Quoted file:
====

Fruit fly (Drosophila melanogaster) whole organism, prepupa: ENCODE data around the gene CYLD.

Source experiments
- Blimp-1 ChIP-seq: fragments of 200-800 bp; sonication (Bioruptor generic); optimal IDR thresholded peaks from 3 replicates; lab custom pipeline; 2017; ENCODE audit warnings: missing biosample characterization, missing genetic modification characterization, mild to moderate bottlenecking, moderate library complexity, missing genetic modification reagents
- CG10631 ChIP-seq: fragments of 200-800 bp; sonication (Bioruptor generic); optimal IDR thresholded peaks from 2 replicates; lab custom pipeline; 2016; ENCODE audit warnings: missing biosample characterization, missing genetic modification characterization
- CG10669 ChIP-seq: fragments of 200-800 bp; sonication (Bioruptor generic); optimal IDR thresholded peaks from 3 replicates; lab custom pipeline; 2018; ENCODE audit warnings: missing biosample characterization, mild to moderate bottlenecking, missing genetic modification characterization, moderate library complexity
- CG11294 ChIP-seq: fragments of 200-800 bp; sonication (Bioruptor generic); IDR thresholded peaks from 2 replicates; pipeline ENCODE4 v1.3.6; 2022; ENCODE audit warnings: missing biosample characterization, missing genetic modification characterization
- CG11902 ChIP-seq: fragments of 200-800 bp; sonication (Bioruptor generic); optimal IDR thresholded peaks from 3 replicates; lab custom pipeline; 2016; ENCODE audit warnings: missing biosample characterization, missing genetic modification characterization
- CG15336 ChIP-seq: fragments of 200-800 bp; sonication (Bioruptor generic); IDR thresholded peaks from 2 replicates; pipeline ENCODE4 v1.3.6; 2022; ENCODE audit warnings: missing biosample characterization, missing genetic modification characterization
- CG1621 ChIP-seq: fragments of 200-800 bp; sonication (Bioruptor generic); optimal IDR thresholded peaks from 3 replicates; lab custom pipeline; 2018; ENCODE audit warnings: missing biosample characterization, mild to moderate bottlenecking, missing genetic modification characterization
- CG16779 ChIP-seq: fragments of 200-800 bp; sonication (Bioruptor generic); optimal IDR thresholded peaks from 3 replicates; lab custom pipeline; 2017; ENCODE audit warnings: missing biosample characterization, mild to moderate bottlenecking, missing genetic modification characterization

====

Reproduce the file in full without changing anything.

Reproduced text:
Fruit fly (Drosophila melanogaster) whole organism, prepupa: ENCODE data around the gene CYLD.

Source experiments
- Blimp-1 ChIP-seq: fragments of 200-800 bp; sonication (Bioruptor generic); optimal IDR thresholded peaks from 3 replicates; lab custom pipeline; 2017; ENCODE audit warnings: missing biosample characterization, missing genetic modification characterization, mild to moderate bottlenecking, moderate library complexity, missing genetic modification reagents
- CG10631 ChIP-seq: fragments of 200-800 bp; sonication (Bioruptor generic); optimal IDR thresholded peaks from 2 replicates; lab custom pipeline; 2016; ENCODE audit warnings: missing biosample characterization, missing genetic modification characterization
- CG10669 ChIP-seq: fragments of 200-800 bp; sonication (Bioruptor generic); optimal IDR thresholded peaks from 3 replicates; lab custom pipeline; 2018; ENCODE audit warnings: missing biosample characterization, mild to moderate bottlenecking, missing genetic modification characterization, moderate library complexity
- CG11294 ChIP-seq: fragments of 200-800 bp; sonication (Bioruptor generic); IDR thresholded peaks from 2 replicates; pipeline ENCODE4 v1.3.6; 2022; ENCODE audit warnings: missing biosample characterization, missing genetic modification characterization
- CG11902 ChIP-seq: fragments of 200-800 bp; sonication (Bioruptor generic); optimal IDR thresholded peaks from 3 replicates; lab custom pipeline; 2016; ENCODE audit warnings: missing biosample characterization, missing genetic modification characterization
- CG15336 ChIP-seq: fragments of 200-800 bp; sonication (Bioruptor generic); IDR thresholded peaks from 2 replicates; pipeline ENCODE4 v1.3.6; 2022; ENCODE audit warnings: missing biosample characterization, missing genetic modification characterization
- CG1621 ChIP-seq: fragments of 200-800 bp; sonication (Bioruptor generic); optimal IDR thresholded peaks from 3 replicates; lab custom pipeline; 2018; ENCODE audit warnings: missing biosample characterization, mild to moderate bottlenecking, missing genetic modification characterization
- CG16779 ChIP-seq: fragments of 200-800 bp; sonication (Bioruptor generic); optimal IDR thresholded peaks from 3 replicates; lab custom pipeline; 2017; ENCODE audit warnings: missing biosample characterization, mild to moderate bottlenecking, missing genetic modification characterization